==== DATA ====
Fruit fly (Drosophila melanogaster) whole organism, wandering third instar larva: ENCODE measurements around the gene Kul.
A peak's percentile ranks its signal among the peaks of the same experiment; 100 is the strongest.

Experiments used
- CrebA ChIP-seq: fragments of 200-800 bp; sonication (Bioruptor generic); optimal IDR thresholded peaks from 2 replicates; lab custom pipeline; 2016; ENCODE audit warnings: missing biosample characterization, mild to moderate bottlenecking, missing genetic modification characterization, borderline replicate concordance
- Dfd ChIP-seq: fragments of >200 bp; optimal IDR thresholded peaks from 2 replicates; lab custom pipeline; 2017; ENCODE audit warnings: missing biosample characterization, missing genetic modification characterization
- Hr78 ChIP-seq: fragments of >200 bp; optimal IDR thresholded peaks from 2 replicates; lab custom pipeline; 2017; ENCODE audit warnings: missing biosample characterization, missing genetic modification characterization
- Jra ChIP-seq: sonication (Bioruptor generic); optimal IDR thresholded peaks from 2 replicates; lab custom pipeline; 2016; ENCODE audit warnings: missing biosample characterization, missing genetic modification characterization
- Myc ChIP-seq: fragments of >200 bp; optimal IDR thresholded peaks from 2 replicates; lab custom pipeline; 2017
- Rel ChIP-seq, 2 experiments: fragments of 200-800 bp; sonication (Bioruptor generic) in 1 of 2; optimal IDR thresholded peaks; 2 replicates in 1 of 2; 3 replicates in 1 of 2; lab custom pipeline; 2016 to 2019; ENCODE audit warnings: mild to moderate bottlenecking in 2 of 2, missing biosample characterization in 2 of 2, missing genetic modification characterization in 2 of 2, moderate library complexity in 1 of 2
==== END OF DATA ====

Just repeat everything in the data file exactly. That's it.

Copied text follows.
Fruit fly (Drosophila melanogaster) whole organism, wandering third instar larva: ENCODE measurements around the gene Kul.
A peak's percentile ranks its signal among the peaks of the same experiment; 100 is the strongest.

Experiments used
- CrebA ChIP-seq: fragments of 200-800 bp; sonication (Bioruptor generic); optimal IDR thresholded peaks from 2 replicates; lab custom pipeline; 2016; ENCODE audit warnings: missing biosample characterization, mild to moderate bottlenecking, missing genetic modification characterization, borderline replicate concordance
- Dfd ChIP-seq: fragments of >200 bp; optimal IDR thresholded peaks from 2 replicates; lab custom pipeline; 2017; ENCODE audit warnings: missing biosample characterization, missing genetic modification characterization
- Hr78 ChIP-seq: fragments of >200 bp; optimal IDR thresholded peaks from 2 replicates; lab custom pipeline; 2017; ENCODE audit warnings: missing biosample characterization, missing genetic modification characterization
- Jra ChIP-seq: sonication (Bioruptor generic); optimal IDR thresholded peaks from 2 replicates; lab custom pipeline; 2016; ENCODE audit warnings: missing biosample characterization, missing genetic modification characterization
- Myc ChIP-seq: fragments of >200 bp; optimal IDR thresholded peaks from 2 replicates; lab custom pipeline; 2017
- Rel ChIP-seq, 2 experiments: fragments of 200-800 bp; sonication (Bioruptor generic) in 1 of 2; optimal IDR thresholded peaks; 2 replicates in 1 of 2; 3 replicates in 1 of 2; lab custom pipeline; 2016 to 2019; ENCODE audit warnings: mild to moderate bottlenecking in 2 of 2, missing biosample characterization in 2 of 2, missing genetic modification characterization in 2 of 2, moderate library complexity in 1 of 2